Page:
Pectic Substances in the Plant Cell Wall and Their Role in Potato Processing

Jardine, William Gordon (1998) Pectic Substances in the Plant Cell Wall and Their Role in Potato Processing. PhD thesis, University of Glasgow.

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The objective of this thesis was to characterise the chemistry of the pectin in the primary cell wall of two potato varieties, cv. Record and cv. Saturna, used in the crisp industry. The varieties chosen produce crisps with different textures. The original aim was to relate chemical characteristics of the pectin in the raw cell wall to textural differences in the crisp. A new procedure for the isolation of the cell wall, free from starch was developed. Methodologies to measure the pectic galacturonan, total ester and the extent of beta-elimination in the isolated cell wall were developed. Cell walls were isolated from raw, cold wash, hot wash, cold wash crisp and hot wash crisp samples from the 1995 and 1996 harvest. No significant differences in the pectin content or structure were found between the cell walls isolated from cv. Record and cv. Saturna. Nevertheless, the cell walls isolated following the crisping process had a reduced pectic galacturonan and methyl ester content. The neutral sugar content of the cell wall remained unchanged; however, the galactan and arabinan side chains had a greater mobility. As no significant differences between the varieties were found, the objectives were changed to monitor the pectin changes during processing. For comparison with crisping, slices of cv. Maris Piper were boiled for 2.5 minutes. Boiling resulted in pectin solubilisation (8%) with no reduction in the percentage galacturonan methyl esterification. Saponification followed by boiling caused 44% pectic galacturonan solubilisation. The pectin solubilised during cooking following saponification had a greater proportion of neutral sugars to galacturonan and had a smaller molecular-size distribution than the fraction solubilised by boiling alone. The maximum extent of beta-elimination in isolated cell walls of boiled cv. Saturna was estimated at 1%. Non-methyl esters were found at values of 14-15% in cv. Marfona and cv. Fianna. Chelation of divalent cations from the middle lamella resulted in the preferential solubilisation of a predominantly linear, non- methylated fraction of pectin. Saponification resulted in cleavage of ester crosslinks between pectic chains. Pectic chains whose anchorage in the cell wall relied on ester links were now held in the cell wall by divalent bridges. Boiling of the saponified tissue would result in the cleavage and loss of the cations into the cooking water, thus resulting in pectic solubilisation. Acid hydrolysis may have been an additional mechanism of cleavage of the pectic chain. Slices of the 1996 cv. Saturna harvest were crisped after saponification. The cffect of saponification on the quantities of pectin solubilised prior to the cooking process was reversed from boiling. Saponification prior to frying reduced the quantities of pectin solubilised due to the crisping process, 8% being solubilised from the saponified crisps and 40 % solubilised from the non-saponified crisps. Both saponification experiments resulted in solubilisation of the rhamnogalacturonan I fraction suggesting that the non-methyl esters occur within or close to the rhamnogalacturonan I fraction. The galacturonan and rhamnose units within the rhamnogalacturonan I do not provide sufficient sites for nonmethyl esterification. Ester linkages between the ester group of the homogalacturonan and the galactan side chains may provide alternative sites for ester linkages. A taste panel experiment was run on crisps following different pre-treatments. The pre-treatments that reduced the softening upon heating also conferred strength to the crisp. The crisping process involves cleavage of the methylated pectic chain due to beta-elimination in the cell wall resulting in the preferential solubilisation of a methylated homogalacturonan fraction. This mechanism of cleavage is prevented in the saponified crisp due to removal of the methyl ester groups. Anchorage of pectic chains whose ester cross links have been broken by saponification is maintained by divalent bridging. The saponified galacturonan has a greater potential for the formation of bridging due to the removal of the ester groups. There is a clear role for pectins in controlling the texture of the crisp, however, varietal differences can not yet be explained by differences in the raw cell wall.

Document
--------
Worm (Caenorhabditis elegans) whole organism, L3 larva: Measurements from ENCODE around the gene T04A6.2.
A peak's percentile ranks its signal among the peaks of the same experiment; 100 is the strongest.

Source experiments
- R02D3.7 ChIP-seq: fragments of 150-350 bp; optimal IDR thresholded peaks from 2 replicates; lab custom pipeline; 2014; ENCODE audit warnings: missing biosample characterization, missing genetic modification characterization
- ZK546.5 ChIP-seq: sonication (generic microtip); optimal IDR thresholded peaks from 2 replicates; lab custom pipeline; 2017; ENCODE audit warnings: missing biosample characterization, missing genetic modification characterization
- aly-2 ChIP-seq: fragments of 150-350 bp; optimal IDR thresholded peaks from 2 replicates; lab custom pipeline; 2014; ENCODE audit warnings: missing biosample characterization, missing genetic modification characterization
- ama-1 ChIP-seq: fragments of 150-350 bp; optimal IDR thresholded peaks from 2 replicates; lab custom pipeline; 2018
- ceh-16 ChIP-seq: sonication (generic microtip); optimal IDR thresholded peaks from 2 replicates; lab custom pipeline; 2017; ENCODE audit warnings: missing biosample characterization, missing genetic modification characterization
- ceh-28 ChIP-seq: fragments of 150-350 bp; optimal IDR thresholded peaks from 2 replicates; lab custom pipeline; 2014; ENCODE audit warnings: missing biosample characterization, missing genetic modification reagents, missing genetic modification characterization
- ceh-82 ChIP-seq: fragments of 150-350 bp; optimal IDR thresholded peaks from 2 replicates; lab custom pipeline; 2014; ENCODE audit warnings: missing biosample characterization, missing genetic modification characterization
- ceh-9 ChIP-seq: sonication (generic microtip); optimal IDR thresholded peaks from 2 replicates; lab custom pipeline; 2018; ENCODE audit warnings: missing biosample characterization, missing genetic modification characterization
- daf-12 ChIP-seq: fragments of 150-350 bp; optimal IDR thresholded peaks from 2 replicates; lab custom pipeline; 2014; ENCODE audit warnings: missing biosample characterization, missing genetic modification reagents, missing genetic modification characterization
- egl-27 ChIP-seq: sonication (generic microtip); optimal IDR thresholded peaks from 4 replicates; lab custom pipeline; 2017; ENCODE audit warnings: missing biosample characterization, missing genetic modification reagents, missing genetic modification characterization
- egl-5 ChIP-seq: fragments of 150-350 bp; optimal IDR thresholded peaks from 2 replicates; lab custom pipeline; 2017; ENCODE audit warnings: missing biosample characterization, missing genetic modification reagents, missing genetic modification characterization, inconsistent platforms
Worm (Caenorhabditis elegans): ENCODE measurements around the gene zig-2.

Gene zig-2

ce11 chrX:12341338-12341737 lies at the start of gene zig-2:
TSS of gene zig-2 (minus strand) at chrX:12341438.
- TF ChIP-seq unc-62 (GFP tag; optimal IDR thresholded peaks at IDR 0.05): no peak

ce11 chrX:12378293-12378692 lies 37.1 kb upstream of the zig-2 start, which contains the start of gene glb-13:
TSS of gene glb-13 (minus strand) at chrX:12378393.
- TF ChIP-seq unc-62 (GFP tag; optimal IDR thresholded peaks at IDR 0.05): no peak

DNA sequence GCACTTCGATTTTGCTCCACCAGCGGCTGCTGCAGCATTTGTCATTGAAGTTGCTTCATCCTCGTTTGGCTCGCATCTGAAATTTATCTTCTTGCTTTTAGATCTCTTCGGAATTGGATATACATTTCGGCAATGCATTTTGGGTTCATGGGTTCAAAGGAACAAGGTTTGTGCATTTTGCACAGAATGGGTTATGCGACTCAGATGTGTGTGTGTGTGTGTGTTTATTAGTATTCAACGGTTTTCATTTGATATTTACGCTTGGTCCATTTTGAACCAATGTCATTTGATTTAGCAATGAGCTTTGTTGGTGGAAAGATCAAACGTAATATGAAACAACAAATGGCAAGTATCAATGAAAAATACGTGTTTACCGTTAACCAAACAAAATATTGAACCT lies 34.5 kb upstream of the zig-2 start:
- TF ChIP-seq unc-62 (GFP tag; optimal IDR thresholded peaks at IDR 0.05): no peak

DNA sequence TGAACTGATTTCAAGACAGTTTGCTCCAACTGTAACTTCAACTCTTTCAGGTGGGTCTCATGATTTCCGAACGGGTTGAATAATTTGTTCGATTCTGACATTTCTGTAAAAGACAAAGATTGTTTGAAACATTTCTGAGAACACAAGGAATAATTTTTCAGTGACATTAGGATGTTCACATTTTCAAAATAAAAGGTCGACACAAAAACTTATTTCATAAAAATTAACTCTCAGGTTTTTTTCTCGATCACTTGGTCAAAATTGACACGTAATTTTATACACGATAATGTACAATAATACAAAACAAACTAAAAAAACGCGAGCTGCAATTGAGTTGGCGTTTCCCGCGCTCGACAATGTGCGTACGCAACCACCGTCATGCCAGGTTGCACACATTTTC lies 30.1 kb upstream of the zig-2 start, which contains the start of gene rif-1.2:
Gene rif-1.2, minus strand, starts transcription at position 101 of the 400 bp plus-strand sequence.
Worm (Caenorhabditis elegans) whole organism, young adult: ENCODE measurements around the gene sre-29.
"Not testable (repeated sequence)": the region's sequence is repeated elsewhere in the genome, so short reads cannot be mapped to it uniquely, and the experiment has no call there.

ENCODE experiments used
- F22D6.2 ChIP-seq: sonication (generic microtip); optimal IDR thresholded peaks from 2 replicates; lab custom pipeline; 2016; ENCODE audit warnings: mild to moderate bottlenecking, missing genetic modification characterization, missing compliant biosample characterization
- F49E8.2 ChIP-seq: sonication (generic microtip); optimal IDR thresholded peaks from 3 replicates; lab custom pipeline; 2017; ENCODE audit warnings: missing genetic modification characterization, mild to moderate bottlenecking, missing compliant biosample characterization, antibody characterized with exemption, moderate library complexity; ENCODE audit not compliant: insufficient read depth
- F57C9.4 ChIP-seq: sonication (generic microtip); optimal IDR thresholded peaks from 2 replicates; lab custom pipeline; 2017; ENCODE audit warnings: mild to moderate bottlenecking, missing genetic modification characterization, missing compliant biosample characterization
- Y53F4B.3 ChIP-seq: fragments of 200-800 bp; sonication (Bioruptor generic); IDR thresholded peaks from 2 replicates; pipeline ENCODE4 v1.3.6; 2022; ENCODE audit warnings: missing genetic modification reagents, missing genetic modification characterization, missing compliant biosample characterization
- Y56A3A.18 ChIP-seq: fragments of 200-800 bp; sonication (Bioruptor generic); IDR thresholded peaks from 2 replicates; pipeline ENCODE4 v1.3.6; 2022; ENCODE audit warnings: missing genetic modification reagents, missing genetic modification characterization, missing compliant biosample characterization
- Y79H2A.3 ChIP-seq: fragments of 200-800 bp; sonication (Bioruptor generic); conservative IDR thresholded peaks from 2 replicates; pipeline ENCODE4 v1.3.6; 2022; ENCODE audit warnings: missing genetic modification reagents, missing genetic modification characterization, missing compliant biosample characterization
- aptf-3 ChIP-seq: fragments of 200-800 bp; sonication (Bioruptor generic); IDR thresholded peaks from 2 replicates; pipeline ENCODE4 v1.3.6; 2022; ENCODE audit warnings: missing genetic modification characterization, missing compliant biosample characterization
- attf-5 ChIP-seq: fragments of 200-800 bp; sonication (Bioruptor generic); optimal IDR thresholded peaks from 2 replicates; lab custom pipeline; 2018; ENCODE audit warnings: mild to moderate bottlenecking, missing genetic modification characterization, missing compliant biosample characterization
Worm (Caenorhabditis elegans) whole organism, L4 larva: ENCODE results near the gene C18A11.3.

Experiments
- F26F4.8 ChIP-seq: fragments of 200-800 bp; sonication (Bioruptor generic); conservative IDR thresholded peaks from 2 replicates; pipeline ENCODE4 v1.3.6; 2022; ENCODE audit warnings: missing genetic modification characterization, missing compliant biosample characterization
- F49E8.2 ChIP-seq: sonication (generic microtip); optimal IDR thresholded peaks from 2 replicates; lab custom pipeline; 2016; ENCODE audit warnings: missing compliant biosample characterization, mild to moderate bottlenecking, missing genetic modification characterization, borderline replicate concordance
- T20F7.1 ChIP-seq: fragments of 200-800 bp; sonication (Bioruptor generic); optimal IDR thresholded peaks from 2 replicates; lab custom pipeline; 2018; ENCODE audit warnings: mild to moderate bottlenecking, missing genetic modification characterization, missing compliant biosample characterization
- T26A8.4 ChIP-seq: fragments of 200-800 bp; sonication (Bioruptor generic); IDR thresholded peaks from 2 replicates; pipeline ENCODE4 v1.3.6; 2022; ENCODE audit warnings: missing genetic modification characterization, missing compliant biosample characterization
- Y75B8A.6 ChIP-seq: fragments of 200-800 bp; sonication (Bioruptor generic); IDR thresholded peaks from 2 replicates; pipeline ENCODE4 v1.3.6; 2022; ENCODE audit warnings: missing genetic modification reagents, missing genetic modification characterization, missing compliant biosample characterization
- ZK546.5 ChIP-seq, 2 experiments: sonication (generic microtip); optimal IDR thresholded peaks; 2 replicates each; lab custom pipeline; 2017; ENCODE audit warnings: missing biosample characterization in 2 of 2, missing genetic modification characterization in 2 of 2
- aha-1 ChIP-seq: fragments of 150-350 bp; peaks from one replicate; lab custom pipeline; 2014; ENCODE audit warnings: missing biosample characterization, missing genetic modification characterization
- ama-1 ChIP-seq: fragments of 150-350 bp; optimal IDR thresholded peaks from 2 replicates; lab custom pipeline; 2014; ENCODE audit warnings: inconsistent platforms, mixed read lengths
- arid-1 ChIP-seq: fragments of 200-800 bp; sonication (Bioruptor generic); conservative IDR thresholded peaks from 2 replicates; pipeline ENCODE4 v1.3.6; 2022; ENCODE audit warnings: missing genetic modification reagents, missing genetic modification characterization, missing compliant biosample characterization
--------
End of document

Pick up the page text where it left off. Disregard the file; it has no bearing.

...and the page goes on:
Item Type: Thesis (PhD)
Qualification Level: Doctoral
Additional Information: Adviser: Mike Jarvis
Keywords: Plant sciences
Date of Award: 1998
Depositing User: Enlighten Team
Unique ID: glathesis:1998-74687
Copyright: Copyright of this thesis is held by the author.
Date Deposited: 27 Sep 2019 17:09
Last Modified: 27 Sep 2019 17:09

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